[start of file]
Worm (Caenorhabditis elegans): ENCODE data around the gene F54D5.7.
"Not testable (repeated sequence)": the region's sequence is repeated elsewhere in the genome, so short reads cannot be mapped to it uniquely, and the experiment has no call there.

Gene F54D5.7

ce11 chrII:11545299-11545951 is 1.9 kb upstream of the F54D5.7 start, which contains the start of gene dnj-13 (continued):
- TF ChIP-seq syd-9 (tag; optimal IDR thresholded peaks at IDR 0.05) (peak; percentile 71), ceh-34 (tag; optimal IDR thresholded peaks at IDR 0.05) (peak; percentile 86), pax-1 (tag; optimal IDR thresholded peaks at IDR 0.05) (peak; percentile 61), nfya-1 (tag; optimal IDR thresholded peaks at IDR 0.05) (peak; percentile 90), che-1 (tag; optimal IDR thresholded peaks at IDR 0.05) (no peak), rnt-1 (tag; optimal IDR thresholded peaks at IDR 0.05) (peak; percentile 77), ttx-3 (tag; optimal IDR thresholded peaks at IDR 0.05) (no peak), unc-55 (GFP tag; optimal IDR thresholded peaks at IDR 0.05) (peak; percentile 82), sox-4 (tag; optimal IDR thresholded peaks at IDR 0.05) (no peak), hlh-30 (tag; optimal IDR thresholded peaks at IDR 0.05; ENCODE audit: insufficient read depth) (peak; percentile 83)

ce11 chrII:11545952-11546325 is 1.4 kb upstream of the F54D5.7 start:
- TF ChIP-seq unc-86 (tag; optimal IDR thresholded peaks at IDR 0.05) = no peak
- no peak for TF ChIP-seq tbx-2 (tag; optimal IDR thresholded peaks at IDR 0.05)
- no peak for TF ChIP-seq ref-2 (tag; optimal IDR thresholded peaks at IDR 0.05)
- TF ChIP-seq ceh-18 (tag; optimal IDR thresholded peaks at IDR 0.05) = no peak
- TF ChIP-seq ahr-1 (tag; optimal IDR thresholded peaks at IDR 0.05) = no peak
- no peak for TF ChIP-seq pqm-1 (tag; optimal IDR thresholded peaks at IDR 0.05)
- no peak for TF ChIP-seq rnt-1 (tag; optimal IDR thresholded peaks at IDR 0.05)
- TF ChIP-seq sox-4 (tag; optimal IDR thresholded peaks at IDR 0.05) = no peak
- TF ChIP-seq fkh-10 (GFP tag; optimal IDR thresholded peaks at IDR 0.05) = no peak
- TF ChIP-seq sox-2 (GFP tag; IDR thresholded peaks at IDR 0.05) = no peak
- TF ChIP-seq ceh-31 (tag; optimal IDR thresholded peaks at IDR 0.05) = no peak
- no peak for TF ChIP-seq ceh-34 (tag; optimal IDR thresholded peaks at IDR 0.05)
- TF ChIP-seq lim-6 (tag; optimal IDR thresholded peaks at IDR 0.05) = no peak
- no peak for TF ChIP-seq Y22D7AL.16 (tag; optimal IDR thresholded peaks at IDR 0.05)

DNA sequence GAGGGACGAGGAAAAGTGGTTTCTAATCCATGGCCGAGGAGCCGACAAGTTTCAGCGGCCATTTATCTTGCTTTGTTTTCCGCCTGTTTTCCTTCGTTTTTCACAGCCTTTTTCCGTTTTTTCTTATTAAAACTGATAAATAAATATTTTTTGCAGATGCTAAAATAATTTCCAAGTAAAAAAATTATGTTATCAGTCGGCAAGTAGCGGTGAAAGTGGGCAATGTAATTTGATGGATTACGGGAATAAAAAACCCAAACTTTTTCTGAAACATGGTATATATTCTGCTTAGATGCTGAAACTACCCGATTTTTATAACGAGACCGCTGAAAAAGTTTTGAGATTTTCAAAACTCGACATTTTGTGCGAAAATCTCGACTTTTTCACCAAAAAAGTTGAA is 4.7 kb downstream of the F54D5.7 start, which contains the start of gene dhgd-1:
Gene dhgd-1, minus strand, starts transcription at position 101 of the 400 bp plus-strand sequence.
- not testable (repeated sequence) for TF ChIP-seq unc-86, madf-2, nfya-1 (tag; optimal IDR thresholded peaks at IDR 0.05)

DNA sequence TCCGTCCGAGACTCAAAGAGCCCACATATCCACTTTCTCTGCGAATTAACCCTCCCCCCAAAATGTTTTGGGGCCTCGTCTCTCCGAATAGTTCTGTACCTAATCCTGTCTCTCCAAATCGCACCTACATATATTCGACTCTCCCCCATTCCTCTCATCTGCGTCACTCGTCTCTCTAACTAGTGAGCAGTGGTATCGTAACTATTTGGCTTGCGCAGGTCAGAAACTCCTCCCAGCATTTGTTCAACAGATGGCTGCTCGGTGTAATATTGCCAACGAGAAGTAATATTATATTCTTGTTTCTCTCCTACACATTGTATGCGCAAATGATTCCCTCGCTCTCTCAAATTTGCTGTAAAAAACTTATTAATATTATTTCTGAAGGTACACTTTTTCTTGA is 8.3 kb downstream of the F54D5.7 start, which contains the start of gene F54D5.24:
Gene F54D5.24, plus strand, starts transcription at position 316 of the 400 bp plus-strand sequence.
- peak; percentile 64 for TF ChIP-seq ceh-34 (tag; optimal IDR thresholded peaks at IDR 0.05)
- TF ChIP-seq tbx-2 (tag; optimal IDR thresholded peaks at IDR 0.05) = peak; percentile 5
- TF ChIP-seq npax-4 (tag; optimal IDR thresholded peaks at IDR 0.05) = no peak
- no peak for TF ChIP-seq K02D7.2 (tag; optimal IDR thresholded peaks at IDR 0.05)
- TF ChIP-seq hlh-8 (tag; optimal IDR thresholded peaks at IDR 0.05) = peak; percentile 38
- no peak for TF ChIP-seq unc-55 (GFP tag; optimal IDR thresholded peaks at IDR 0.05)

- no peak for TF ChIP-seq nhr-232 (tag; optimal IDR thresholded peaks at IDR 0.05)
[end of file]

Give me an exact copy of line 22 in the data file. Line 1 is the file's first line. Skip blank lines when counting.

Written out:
Gene dhgd-1, minus strand, starts transcription at position 101 of the 400 bp plus-strand sequence.